It is hypocrisy to deny duty to veterans

Chemainus – It’s unfortunate that the phenomenon known to texters as TMI (Too Much Information) means news that should have caused an uproar among Canadians, entirely slipped by me.

Late last year Legion Magazine featured an article that briefly mentioned the class-action suit brought against our government by a relatively small group of modern-day veterans. I say our government, because it’s important to note that these are the people to whom WE gave the right to make vital decisions on our behalf. The suit alleges that one of those decisions, the Canadian Forces and Veterans

Re-establishment and Compensation Act, violates the rights of veterans injured in the course of their assigned military duties.

The first attempt to bring this action was denied on the basis of the contention of government lawyers that the suit had no chance of success and that it was frivolous. Since one of the claimants had lost both legs, an eardrum and a testicle while serving our government’s priorities, I’m not convinced that “frivolous” quite covers the situation. Thankfully a judge from the British Columbia Supreme Court agreed, and the suit continued.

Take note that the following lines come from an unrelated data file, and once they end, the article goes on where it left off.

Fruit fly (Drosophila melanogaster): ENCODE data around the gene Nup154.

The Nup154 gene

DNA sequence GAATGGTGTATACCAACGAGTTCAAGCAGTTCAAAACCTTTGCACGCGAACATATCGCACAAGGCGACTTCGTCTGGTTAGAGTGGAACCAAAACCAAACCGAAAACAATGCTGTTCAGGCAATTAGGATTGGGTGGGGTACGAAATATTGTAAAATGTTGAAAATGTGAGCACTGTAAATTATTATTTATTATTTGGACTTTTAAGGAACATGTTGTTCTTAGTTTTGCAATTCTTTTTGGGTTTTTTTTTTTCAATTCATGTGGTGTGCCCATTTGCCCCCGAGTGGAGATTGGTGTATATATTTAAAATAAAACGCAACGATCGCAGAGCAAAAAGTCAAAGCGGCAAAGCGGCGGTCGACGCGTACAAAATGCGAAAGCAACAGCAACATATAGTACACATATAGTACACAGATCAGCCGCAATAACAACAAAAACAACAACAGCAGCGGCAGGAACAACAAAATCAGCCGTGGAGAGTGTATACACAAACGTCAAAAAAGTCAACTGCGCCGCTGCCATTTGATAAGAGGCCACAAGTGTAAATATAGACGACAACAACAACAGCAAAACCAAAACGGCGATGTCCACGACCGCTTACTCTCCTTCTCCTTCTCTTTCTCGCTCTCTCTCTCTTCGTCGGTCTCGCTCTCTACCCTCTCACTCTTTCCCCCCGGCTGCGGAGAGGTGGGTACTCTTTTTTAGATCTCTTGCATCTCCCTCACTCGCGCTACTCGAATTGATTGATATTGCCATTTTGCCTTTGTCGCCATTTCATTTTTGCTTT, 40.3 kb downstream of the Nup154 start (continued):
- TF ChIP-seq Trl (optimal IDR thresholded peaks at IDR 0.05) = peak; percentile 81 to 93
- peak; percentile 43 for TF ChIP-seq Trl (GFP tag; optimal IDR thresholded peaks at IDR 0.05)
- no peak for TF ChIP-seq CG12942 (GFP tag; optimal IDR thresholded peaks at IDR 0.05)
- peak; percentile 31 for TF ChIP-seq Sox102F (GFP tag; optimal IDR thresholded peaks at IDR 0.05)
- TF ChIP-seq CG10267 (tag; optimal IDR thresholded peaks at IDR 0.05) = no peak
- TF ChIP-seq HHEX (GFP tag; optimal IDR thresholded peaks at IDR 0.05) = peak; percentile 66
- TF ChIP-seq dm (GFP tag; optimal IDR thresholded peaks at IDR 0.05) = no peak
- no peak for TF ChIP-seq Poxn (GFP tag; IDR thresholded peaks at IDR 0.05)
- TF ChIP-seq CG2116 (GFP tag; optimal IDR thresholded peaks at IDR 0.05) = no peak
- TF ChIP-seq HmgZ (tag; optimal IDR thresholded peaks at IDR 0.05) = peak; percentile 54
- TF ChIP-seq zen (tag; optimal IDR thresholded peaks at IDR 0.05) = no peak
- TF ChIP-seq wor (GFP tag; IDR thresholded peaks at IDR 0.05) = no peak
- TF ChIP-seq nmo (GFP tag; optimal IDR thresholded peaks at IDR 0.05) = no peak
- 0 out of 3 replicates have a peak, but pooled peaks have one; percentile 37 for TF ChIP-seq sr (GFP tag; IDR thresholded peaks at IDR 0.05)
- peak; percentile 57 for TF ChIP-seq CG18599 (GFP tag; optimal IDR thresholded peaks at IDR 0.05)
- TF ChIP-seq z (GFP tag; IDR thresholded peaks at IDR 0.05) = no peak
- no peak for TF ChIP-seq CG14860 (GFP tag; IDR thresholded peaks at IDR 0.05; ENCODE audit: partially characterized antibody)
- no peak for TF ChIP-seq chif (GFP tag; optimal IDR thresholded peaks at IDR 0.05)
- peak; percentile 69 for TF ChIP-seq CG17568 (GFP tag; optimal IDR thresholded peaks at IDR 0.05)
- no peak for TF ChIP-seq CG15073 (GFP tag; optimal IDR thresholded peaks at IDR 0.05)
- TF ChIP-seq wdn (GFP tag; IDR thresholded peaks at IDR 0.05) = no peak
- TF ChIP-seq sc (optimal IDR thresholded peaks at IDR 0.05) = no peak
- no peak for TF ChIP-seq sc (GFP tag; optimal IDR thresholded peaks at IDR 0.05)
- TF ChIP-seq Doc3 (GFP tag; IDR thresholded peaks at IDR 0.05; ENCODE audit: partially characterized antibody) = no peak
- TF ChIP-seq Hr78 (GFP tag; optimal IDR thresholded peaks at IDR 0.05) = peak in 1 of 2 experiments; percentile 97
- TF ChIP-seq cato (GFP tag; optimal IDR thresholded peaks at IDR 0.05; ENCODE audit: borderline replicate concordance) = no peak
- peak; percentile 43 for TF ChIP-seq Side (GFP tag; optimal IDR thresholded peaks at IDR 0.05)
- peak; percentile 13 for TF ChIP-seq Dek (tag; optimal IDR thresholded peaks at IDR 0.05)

Not being a lawyer, I won’t attempt to offer an opinion on whether the action should succeed or not. What I do take issue with is the language used by government-employed lawyers and other like-minded federal bureaucrats to deny there is just cause for the action.

Our government’s contention is that they owe no special moral or social obligation to veterans. Further, they argue, and I quote: “…there is no sacred duty owed by the government to its veterans”. That government purports to speak for you and for me.

When military action by our country results in tragic disruptions to the lives of those sent to do our bidding, it is obscene hypocrisy to deny our sacred duty to them.

Irene Hawkins

Chemainus

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